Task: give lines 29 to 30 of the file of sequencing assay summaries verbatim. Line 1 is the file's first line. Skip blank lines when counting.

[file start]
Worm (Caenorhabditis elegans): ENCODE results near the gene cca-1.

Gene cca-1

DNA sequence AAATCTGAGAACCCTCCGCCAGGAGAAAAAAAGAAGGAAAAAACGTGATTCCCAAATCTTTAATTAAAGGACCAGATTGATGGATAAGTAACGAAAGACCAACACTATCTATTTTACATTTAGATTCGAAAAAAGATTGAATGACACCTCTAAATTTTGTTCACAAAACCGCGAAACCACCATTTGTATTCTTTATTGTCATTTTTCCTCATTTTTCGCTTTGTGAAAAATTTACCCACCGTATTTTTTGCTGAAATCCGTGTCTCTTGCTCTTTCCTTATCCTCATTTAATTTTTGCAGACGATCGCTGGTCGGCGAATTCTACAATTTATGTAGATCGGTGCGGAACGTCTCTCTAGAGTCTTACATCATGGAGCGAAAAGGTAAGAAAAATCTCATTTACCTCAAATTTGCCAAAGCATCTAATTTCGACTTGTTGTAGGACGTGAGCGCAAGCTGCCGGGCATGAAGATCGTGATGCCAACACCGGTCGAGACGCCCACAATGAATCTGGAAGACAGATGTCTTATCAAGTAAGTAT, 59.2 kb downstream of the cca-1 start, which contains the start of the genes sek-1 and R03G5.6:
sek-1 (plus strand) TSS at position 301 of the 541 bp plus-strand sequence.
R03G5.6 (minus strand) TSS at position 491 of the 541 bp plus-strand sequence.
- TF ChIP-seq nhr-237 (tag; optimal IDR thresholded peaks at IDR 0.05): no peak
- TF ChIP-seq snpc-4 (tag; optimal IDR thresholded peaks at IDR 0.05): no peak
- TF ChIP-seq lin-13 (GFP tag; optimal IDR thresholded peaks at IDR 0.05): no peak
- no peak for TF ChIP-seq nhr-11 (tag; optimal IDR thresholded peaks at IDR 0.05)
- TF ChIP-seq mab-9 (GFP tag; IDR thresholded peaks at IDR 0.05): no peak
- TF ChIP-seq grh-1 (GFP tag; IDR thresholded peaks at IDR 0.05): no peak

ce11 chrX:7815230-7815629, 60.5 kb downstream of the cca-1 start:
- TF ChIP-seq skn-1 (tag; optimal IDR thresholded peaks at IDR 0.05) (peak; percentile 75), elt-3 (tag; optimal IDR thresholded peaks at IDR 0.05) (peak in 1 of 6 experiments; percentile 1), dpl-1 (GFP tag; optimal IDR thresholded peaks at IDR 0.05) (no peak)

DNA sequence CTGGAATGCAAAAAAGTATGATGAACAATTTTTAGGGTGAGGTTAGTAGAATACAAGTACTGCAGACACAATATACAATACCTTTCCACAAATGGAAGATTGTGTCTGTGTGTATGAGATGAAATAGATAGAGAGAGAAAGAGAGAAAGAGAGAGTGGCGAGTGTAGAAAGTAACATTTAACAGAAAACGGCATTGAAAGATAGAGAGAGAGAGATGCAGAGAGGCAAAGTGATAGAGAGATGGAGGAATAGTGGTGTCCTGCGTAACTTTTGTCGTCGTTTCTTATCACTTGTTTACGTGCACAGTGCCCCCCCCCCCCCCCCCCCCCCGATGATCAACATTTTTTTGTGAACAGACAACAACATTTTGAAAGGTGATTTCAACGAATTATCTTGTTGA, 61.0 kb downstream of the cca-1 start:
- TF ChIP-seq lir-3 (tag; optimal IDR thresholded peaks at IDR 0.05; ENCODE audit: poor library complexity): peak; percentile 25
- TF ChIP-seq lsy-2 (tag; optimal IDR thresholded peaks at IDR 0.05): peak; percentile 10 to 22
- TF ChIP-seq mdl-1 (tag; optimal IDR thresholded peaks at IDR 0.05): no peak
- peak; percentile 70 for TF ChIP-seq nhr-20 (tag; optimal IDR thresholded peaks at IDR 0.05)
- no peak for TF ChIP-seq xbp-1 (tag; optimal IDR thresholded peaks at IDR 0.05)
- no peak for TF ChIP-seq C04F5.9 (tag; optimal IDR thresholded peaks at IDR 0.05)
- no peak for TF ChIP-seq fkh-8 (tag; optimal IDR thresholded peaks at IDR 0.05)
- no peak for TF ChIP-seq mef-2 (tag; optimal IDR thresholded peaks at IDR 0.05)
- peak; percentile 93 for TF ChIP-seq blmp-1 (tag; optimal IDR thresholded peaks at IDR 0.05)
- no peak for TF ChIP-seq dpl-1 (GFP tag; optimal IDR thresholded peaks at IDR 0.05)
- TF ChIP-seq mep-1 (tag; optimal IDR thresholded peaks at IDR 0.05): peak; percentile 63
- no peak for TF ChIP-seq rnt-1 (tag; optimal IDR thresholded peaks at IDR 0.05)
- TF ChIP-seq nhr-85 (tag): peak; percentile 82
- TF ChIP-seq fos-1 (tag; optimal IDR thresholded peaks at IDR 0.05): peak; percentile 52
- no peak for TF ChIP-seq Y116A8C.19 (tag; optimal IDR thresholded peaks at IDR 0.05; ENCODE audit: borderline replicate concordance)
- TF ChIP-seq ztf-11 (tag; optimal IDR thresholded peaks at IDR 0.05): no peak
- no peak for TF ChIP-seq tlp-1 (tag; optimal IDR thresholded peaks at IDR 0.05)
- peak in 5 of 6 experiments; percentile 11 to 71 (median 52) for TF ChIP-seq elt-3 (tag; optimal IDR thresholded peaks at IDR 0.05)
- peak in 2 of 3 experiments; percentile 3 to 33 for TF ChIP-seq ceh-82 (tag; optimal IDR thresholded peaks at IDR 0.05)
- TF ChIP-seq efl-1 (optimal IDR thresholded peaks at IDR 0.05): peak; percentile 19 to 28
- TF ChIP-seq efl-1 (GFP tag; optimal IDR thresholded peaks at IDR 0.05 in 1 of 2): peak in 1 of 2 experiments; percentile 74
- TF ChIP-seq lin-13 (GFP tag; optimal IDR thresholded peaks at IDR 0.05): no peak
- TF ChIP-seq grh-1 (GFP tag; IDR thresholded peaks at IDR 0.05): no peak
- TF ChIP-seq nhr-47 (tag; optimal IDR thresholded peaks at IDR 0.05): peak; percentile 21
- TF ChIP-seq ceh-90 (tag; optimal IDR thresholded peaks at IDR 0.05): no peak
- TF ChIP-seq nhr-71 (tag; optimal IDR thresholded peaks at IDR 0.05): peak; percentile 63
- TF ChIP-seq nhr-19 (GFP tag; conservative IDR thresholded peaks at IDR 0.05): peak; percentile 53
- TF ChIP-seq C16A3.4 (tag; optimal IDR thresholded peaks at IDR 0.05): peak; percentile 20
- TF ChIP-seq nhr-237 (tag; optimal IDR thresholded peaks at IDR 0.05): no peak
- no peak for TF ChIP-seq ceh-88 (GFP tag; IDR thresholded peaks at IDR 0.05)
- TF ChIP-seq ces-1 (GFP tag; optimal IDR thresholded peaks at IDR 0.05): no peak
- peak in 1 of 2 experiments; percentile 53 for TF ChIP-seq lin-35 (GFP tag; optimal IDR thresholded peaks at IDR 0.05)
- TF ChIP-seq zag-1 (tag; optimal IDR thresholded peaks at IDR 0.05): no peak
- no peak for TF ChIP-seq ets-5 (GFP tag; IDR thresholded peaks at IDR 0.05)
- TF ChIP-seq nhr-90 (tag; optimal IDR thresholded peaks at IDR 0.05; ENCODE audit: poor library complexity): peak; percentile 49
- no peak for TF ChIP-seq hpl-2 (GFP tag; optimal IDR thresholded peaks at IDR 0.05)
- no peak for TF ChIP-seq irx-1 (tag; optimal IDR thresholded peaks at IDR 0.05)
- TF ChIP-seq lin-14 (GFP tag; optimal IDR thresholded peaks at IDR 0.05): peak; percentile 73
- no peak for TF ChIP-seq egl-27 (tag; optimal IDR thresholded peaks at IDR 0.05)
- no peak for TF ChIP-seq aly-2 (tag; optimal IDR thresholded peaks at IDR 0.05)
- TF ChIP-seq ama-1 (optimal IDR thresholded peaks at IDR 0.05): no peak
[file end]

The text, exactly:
- no peak for TF ChIP-seq Y116A8C.19 (tag; optimal IDR thresholded peaks at IDR 0.05; ENCODE audit: borderline replicate concordance)
- TF ChIP-seq ztf-11 (tag; optimal IDR thresholded peaks at IDR 0.05): no peak